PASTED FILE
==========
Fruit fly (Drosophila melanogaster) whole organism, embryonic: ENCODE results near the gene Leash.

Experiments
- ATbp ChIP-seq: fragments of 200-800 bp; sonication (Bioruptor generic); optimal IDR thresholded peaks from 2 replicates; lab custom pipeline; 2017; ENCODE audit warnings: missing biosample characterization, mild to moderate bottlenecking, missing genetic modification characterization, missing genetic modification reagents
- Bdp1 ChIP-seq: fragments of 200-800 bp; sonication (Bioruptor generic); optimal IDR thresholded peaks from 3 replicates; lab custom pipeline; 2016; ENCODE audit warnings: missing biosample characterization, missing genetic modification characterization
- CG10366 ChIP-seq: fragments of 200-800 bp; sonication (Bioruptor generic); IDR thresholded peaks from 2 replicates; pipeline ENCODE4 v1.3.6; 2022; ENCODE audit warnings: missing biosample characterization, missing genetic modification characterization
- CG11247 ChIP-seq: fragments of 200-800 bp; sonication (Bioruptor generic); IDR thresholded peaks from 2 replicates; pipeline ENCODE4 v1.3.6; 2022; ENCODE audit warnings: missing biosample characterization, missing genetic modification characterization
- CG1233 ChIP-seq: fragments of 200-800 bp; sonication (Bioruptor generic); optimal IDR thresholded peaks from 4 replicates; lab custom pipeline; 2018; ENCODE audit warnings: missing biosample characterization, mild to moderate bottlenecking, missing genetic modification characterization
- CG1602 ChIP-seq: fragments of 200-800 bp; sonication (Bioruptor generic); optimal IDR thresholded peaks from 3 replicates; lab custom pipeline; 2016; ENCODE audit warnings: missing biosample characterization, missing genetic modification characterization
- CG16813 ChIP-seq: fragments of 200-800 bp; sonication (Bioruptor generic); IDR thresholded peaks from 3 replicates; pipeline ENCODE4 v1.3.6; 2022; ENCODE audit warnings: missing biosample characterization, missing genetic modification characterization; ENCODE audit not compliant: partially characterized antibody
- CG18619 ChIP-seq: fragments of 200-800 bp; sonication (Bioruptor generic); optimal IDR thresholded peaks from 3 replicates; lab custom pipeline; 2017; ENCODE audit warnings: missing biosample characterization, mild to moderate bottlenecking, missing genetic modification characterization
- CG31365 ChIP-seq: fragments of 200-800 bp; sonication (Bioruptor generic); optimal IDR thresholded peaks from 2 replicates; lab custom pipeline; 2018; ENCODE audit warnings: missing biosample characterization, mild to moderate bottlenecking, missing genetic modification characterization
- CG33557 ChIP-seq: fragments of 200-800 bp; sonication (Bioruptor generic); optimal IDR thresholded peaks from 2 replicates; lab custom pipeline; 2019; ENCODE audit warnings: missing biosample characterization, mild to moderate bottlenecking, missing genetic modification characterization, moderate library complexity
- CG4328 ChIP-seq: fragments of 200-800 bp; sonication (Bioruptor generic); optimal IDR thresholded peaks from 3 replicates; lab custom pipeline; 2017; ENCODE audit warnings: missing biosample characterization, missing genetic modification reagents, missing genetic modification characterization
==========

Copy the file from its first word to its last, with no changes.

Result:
Fruit fly (Drosophila melanogaster) whole organism, embryonic: ENCODE results near the gene Leash.

Experiments
- ATbp ChIP-seq: fragments of 200-800 bp; sonication (Bioruptor generic); optimal IDR thresholded peaks from 2 replicates; lab custom pipeline; 2017; ENCODE audit warnings: missing biosample characterization, mild to moderate bottlenecking, missing genetic modification characterization, missing genetic modification reagents
- Bdp1 ChIP-seq: fragments of 200-800 bp; sonication (Bioruptor generic); optimal IDR thresholded peaks from 3 replicates; lab custom pipeline; 2016; ENCODE audit warnings: missing biosample characterization, missing genetic modification characterization
- CG10366 ChIP-seq: fragments of 200-800 bp; sonication (Bioruptor generic); IDR thresholded peaks from 2 replicates; pipeline ENCODE4 v1.3.6; 2022; ENCODE audit warnings: missing biosample characterization, missing genetic modification characterization
- CG11247 ChIP-seq: fragments of 200-800 bp; sonication (Bioruptor generic); IDR thresholded peaks from 2 replicates; pipeline ENCODE4 v1.3.6; 2022; ENCODE audit warnings: missing biosample characterization, missing genetic modification characterization
- CG1233 ChIP-seq: fragments of 200-800 bp; sonication (Bioruptor generic); optimal IDR thresholded peaks from 4 replicates; lab custom pipeline; 2018; ENCODE audit warnings: missing biosample characterization, mild to moderate bottlenecking, missing genetic modification characterization
- CG1602 ChIP-seq: fragments of 200-800 bp; sonication (Bioruptor generic); optimal IDR thresholded peaks from 3 replicates; lab custom pipeline; 2016; ENCODE audit warnings: missing biosample characterization, missing genetic modification characterization
- CG16813 ChIP-seq: fragments of 200-800 bp; sonication (Bioruptor generic); IDR thresholded peaks from 3 replicates; pipeline ENCODE4 v1.3.6; 2022; ENCODE audit warnings: missing biosample characterization, missing genetic modification characterization; ENCODE audit not compliant: partially characterized antibody
- CG18619 ChIP-seq: fragments of 200-800 bp; sonication (Bioruptor generic); optimal IDR thresholded peaks from 3 replicates; lab custom pipeline; 2017; ENCODE audit warnings: missing biosample characterization, mild to moderate bottlenecking, missing genetic modification characterization
- CG31365 ChIP-seq: fragments of 200-800 bp; sonication (Bioruptor generic); optimal IDR thresholded peaks from 2 replicates; lab custom pipeline; 2018; ENCODE audit warnings: missing biosample characterization, mild to moderate bottlenecking, missing genetic modification characterization
- CG33557 ChIP-seq: fragments of 200-800 bp; sonication (Bioruptor generic); optimal IDR thresholded peaks from 2 replicates; lab custom pipeline; 2019; ENCODE audit warnings: missing biosample characterization, mild to moderate bottlenecking, missing genetic modification characterization, moderate library complexity
- CG4328 ChIP-seq: fragments of 200-800 bp; sonication (Bioruptor generic); optimal IDR thresholded peaks from 3 replicates; lab custom pipeline; 2017; ENCODE audit warnings: missing biosample characterization, missing genetic modification reagents, missing genetic modification characterization